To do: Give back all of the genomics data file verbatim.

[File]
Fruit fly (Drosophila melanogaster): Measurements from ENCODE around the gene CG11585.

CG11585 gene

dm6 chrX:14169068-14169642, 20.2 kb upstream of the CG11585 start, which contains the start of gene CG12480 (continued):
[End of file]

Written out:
Fruit fly (Drosophila melanogaster): Measurements from ENCODE around the gene CG11585.

CG11585 gene

dm6 chrX:14169068-14169642, 20.2 kb upstream of the CG11585 start, which contains the start of gene CG12480 (continued):